A composting workshop at the farm

Brisbane received torrential rain on Saturday so I wasn’t sure what to expect when I arrived at the allotment on Sunday morning. Although the ground was waterlogged nothing had suffered, and the potatoes were really growing strong. They seem to have just shot up in a couple of days.

In any case, I had other things on my mind yesterday morning as we had sixty folk booked in for a composting workshop at the farm and I had been asked to head up the hospitality team and lay on a morning tea.

Volunteers turned up early to set out the tents, chairs and bales of hay to give us extra seating. Despite the heavy weather and the fact that it was so wet underfoot we had a good turn-out. The sun came out and we were able to enjoy a beautiful morning in this peaceful setting.  The workshop went really well. Folk were anxious to learn more about composting and improving their soil.

We were catering for 60 people, plus helpers, for morning tea and so it was a combined effort from allotment holders, members and volunteers to make all this happen with home-made cakes, biscuits and savouries. Waiting for the ‘hoards’ to descend, Peter on the left, I’m in the middle and Dixie on the right.

Plenty of calories lurking on this table. There was still heaps left afterwards.

More happy helpers. Judith, Helen, me and Kathleen.

I finished off my morning with a walk around the community garden next to my allotment.

It was then time to get changed ready for a birthday lunch to celebrate my daughter-in-law’s birthday.

So it was a fun day all round.

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Rhubarb Rhubarb Rhubarb

This is meant to be a light hearted blog about the joys of running a (very) small allotment.

But there is a dark side.

After a few weeks ruminating about it I have been persuaded, by my son Nigel, to come clean about the rhubarb.

I have happy memories of the wonderful rhubarb and custard of my childhood in the UK. And that was the time when anybody who took rhubarb growing seriously followed the horses round the street with a bucket and shovel in their hands and a hopeful look on their face. Local kids who got lucky could sell horse poo to their neighbourhood rhubarb growers.

So there is a long history of us dedicated gardeners and rhubarb lovers.

And I want to grow rhubarb!  I want great arms full of it!

So I bought a plant from Bunnings and fed it up and nurtured it and kept it weed free.  And this is my reward. The label is a bit bigger than a matchbox.

I even went as far as showing this to gardening guru Annette McFarlane who came up with the answer. “It want’s to live in Tasmania”.

So there you have it.

You want decent rhubarb. Move south.

Another Wednesday morning at the farm

I went to the farm on Wednesday, as usual, to work with other volunteers in the community garden.  Not surprisingly we were a much smaller group as many were following the ANZAC Day parade in the city.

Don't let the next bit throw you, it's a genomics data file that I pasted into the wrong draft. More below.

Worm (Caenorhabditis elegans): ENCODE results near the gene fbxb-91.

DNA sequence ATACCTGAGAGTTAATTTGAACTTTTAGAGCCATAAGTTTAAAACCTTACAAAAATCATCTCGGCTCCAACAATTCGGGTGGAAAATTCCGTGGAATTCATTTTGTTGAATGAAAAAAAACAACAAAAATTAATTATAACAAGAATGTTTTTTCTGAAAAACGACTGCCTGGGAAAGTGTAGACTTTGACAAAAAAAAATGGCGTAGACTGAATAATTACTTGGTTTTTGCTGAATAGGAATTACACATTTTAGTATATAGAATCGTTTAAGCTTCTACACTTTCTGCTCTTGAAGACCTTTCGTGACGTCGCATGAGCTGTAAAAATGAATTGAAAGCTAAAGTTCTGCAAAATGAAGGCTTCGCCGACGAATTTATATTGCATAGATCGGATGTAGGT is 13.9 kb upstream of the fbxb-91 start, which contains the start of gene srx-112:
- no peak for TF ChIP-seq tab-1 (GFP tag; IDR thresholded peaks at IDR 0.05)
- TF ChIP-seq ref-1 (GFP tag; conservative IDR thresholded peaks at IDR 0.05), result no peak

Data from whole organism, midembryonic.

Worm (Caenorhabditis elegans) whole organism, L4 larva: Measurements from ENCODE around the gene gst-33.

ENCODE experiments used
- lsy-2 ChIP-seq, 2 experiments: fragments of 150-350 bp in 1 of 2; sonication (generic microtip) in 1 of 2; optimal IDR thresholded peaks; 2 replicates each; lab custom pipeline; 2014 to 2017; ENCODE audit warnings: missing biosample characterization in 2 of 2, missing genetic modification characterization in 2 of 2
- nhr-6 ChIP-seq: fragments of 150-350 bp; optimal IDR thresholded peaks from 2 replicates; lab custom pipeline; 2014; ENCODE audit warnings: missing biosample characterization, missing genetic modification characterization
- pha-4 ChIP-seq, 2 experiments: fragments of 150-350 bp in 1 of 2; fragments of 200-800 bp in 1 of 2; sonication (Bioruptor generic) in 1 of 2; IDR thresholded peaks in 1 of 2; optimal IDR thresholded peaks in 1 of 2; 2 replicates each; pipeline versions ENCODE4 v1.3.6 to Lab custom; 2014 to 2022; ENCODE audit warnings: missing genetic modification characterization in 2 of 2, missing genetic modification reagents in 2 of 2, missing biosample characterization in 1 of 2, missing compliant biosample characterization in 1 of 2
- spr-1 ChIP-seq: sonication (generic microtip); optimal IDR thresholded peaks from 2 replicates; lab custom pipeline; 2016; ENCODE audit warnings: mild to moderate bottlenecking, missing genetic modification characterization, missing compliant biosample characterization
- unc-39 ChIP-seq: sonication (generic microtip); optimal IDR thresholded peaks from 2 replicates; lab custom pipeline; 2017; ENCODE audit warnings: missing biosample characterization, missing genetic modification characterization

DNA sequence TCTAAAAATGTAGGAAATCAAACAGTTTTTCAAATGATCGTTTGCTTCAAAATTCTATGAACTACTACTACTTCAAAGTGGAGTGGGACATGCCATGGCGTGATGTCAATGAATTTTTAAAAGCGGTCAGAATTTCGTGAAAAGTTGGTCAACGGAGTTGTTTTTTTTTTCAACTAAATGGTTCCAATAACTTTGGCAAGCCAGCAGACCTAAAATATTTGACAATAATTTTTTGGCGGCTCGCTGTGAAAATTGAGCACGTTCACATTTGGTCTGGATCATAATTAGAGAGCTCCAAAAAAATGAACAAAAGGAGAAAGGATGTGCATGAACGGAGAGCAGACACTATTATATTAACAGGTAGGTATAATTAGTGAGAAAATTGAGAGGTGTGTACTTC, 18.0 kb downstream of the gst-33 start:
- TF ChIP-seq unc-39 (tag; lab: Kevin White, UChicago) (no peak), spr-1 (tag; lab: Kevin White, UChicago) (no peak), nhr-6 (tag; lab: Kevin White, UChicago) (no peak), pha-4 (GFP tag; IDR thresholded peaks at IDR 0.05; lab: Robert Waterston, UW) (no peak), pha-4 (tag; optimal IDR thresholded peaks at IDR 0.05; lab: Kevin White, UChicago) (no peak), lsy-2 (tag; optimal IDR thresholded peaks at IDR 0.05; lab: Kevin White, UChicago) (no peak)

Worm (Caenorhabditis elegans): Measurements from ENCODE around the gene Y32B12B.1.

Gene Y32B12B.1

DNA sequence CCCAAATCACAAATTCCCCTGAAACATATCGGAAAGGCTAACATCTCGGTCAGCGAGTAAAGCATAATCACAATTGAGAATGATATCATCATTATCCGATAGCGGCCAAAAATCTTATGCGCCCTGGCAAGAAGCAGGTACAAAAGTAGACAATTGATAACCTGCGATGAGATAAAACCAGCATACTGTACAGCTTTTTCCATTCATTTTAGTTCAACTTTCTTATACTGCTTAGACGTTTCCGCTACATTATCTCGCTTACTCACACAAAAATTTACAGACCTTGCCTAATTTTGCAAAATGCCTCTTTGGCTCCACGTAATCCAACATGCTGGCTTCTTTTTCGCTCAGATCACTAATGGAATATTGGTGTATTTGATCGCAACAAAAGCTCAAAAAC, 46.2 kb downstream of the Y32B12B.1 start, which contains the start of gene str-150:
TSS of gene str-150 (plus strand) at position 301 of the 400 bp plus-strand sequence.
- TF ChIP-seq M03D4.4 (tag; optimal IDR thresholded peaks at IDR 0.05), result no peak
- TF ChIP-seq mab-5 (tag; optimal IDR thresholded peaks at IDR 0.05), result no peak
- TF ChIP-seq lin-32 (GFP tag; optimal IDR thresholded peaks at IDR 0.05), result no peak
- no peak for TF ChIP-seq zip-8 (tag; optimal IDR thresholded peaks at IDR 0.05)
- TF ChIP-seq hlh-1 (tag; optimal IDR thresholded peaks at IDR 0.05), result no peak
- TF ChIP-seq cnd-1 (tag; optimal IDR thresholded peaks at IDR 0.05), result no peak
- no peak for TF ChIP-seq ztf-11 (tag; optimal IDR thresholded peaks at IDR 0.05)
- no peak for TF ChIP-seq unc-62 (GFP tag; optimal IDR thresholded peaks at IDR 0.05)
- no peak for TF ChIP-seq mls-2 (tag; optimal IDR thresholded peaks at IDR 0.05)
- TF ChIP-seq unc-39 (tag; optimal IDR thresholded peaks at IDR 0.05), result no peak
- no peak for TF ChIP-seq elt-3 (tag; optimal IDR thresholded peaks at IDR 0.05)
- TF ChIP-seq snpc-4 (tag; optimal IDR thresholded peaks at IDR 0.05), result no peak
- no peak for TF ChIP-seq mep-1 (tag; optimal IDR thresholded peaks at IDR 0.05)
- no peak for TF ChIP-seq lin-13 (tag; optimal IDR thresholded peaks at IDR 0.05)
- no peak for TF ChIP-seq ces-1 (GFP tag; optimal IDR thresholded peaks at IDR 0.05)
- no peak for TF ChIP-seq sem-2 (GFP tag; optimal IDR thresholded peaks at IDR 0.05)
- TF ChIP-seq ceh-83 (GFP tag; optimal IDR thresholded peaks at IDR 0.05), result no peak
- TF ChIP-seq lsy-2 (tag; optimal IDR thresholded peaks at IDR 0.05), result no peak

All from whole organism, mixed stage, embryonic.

While the others worked on planting garlic and brassicas my personal challenge was the carrot bed which had been prepared with plenty of sand incorporated to give a free draining light soil for the carrots.  Well, in the last week – weed heaven!  Just about every weed known to man had taken up residence in that lovely light soil. The feathery topped carrot rows finally emerged from the green carpet of weeds. Very satisfying. Should have taken a photo – ‘before’ and ‘after’.

Morning tea was big social event as usual. Talk, eat cake, drink tea.

I finished off the morning at my own allotment. The salad bed is coming along nicely and I picked salad leaves and cherry tomatoes for my lunch-time sandwich. Doesn’t get much fresher than that.

The ground was pretty damp so I didn’t need to water but I did have a bit of planting to do. I still had a few more seed potatoes to go in, they were sprouting nicely so I should get a good crop from them.  My daughter-in-law had given me a couple of Brussel sprouts plants the day before and I was keen to get them into the soil  too.

I was delighted to find that the Nicola potatoes I had planted a couple of weeks ago were popping up their heads. You can just about see them. This pic looks as if these little spuds are growing in a bed of rock!  I think it looks worse because I was trying to get a good close up of the shoots. Makes you wonder how they struggled through all that heavy looking soil tho’.

A bit of action in my garlic bed. Just starting to send up shoots.

And finally (as always!) I picked snake beans.

 

Brazilian Spinach recipe with potatoes

I found an interesting recipe for Brazilian spinach today from the Vera Street Community Garden in Toowong, Brisbane.

If you have Brazilian spinach growing in your garden or allotment, you might want to try Indian potatoes & spinach.

Brazilian spinach still going strong

For Kim. Here is the Brazilian Spinach still growing strong after a long hot summer in Brisbane with hardly any attention from me. So many green leafed veggies seem to struggle through our summer but this one revels in the heat and humidity. I’ll be propagating from this plant for the Morningside Fair in July. I’ll use it as a fund-raiser for Beelarong. I am told you just break off a stem, stick it into the ground, and ‘voila’ – new plant!

You might also be interested in this link to Clare Richard’s blog of Tropical Cuisine fame.

Monday morning at the allotment

I spent a few hours at the allotment this morning.  The first job was to give the plot a good watering. Then I gave the seedlings a liquid feed, did a bit of weeding and general tidying up.

My Black Russian tomato plant has been struggling for weeks and not doing a lot. Shame really, but it was going nowhere so I put it out of it’s misery and yanked it out. It offered no protest at all, just gave a weary sigh.

A different story with the snake beans as you may have seen from previous posts. They must be testosterone fuelled. Picked another great bunch of them today. Fortunately I found a new (unsuspecting) allotment holder who was delighted to take some. Either way, it’s snake beans for dinner (again) tonight!

Really pleased with the salad greens.

Here’s a lovely crisp cos lettuce.

These peas were just grown as an experiment. I was at the gardening group some weeks ago at New Farm Library. Tatiana who was leading the group had heard that you could grow peas using the dried peas you buy at the supermarket.  And she dished a few dried peas into each outstretched hand. Well here’s the proof. I picked sweet juicy peas today.